Most churches with multiline small-business phone systems are unaware of the potential for their phones to be hacked by international criminals. This can be a very costly problem as we discovered when our phone system was hacked over a weekend from outside and used to make tens of thousands of international calls to various foreign countries. The numbers called were "premium" numbers, well-known by phone security experts.

When these premium numbers are called, the caller is charged a premium price. Multiple simultaneous international calls to premium numbers were made by hackers using just one of our phone lines. The hackers never had to enter our offices or even the borders of this country. When we came in Monday morning, our phone company notified us that our system had been fraudulently used and that we could expect a large phone bill. When the bill came, it was for $166,000.

We disputed the bill and reported it to our state Public Service Commission, the FBI and the local police. Everyone agreed we were victims of a crime, but no one seemed to know what to do about it. Our insurance company refused to cover it. We soon learned that our carrier, TW Telecom had a security system in place to detect such hacking, but it was not functioning that weekend. Normally their security system would detect unusual calling activity, shut it down, limiting the damages to a few thousand dollars.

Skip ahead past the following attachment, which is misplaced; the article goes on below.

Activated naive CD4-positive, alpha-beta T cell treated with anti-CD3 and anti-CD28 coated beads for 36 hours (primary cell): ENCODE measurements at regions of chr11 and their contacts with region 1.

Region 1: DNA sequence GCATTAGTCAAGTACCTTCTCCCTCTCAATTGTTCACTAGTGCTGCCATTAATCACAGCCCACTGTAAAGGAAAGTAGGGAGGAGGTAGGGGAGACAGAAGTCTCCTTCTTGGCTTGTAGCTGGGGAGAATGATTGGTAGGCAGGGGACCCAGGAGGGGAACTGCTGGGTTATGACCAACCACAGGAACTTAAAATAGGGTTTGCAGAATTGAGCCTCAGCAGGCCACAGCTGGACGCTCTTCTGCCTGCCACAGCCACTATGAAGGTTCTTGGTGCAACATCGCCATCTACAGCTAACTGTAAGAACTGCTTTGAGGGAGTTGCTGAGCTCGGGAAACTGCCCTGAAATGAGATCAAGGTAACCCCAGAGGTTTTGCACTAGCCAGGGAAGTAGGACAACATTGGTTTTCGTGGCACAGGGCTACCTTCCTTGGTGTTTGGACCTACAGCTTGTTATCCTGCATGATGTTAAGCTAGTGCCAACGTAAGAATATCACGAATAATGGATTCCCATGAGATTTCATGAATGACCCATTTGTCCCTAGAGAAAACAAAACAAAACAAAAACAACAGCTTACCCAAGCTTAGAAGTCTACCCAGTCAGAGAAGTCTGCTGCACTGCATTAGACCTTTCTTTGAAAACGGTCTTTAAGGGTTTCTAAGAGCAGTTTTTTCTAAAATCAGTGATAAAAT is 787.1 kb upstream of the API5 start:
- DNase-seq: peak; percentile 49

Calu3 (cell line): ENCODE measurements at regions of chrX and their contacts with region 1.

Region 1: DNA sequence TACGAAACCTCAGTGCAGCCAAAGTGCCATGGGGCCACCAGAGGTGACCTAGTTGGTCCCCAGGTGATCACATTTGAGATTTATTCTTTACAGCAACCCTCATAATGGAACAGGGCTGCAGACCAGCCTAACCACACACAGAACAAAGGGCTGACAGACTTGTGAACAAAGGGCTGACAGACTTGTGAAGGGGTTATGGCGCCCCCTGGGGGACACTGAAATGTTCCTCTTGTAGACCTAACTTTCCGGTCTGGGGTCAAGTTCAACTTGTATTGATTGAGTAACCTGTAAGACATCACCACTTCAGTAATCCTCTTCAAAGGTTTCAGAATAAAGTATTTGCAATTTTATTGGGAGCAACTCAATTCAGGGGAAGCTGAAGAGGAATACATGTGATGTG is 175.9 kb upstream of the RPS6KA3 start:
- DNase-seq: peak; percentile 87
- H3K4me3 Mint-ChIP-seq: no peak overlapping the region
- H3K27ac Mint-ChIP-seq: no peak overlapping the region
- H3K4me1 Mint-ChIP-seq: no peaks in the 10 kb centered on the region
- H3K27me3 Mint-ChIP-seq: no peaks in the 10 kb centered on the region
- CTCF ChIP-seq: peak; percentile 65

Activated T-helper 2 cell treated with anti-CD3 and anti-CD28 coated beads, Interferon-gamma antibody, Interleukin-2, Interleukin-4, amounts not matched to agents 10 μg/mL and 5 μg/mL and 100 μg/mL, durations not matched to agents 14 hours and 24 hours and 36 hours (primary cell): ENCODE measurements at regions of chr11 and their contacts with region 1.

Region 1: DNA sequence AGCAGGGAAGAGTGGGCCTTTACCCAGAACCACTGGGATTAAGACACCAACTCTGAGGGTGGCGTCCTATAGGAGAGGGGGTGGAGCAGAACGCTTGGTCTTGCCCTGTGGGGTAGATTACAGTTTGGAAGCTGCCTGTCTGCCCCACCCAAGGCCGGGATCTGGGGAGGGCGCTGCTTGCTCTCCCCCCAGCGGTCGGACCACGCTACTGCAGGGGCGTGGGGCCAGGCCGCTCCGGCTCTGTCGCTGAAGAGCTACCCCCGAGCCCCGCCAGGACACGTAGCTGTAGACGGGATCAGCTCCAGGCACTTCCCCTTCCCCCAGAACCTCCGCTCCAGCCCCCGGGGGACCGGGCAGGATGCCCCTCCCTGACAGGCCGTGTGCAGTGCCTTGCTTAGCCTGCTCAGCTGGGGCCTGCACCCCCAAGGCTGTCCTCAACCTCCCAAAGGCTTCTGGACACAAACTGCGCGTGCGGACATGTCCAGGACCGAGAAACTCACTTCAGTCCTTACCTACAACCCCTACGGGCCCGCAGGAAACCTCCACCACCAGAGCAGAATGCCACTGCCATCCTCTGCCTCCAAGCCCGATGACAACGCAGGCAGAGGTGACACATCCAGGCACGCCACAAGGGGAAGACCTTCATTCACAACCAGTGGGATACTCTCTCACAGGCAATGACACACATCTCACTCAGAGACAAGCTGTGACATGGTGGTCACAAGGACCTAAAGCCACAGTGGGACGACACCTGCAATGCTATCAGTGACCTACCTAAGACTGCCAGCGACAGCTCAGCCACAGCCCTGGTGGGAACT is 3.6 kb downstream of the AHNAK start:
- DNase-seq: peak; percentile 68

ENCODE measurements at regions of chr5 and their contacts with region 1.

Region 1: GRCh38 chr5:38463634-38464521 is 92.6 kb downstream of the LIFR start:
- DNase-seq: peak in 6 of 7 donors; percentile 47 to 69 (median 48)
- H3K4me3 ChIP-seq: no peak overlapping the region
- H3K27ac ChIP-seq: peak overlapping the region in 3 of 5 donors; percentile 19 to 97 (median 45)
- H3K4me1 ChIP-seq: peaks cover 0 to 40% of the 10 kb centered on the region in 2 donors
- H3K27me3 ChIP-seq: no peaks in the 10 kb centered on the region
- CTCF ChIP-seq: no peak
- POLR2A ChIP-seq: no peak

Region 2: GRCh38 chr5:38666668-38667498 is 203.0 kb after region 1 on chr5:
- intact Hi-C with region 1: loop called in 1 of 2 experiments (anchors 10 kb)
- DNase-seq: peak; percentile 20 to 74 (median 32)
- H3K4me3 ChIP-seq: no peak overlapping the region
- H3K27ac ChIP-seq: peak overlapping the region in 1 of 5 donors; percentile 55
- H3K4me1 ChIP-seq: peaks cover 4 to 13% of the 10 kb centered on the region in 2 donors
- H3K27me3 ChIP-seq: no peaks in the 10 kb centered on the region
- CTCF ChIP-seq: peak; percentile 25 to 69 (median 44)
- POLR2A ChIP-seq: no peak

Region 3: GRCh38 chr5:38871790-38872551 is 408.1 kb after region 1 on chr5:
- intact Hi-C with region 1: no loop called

Their security system was out for over 40 hours, leaving us exposed to the hackers. When we signed up with TW Telecom, they provided international calling as a standard part of our phone service.

We are working with an attorney who has advised us not to pay this bill, which is now, with late charges, up to $183,000. He says paying would be participating in a crime, encouraging the crooks to keep doing what they do. Our carrier has refused to take any responsibility for the hacking and is demanding that we pay the entire bill, plus late fees.

However, TW Telecom paid their carrier company, from which they leased their lines, without notifying them of the fraud, thus participating in the crime and violating FCC laws. TW Telecom is being purchased for $5.7 billion dollars by Level 3 Communications. Our attorney has filed an "opposition" with the FCC, opposing the sale to Level 3. He has also filed a formal complaint with the FCC.

My advice to any church or business with Voice over Internet Protocol service: If you have an older analog system, one with a few lines and a call forwarding feature, disable call forwarding. VoIP systems use the Internet and are subject to hacking. Disable auto answer if you do not need it. Nortel, which no longer exists, manufactured the most vulnerable systems, but many other brands of these small business systems are vulnerable to hacking. One protection would be to "block" all international calling, as well as domestic 900 numbers. If you need to make overseas calls, use a cellphone or Skype.

This problem is complex and it is difficult to catch and punish the hackers. So far the FCC has not helped and the FBI seems uninterested. The federal government, which regulates phone service, has been slow to respond to this problem. It is up to you to protect your phones from costly hacking. For more information on this issue, please read this story by The Denver Post, or watch this report by Atlanta's WSB-TV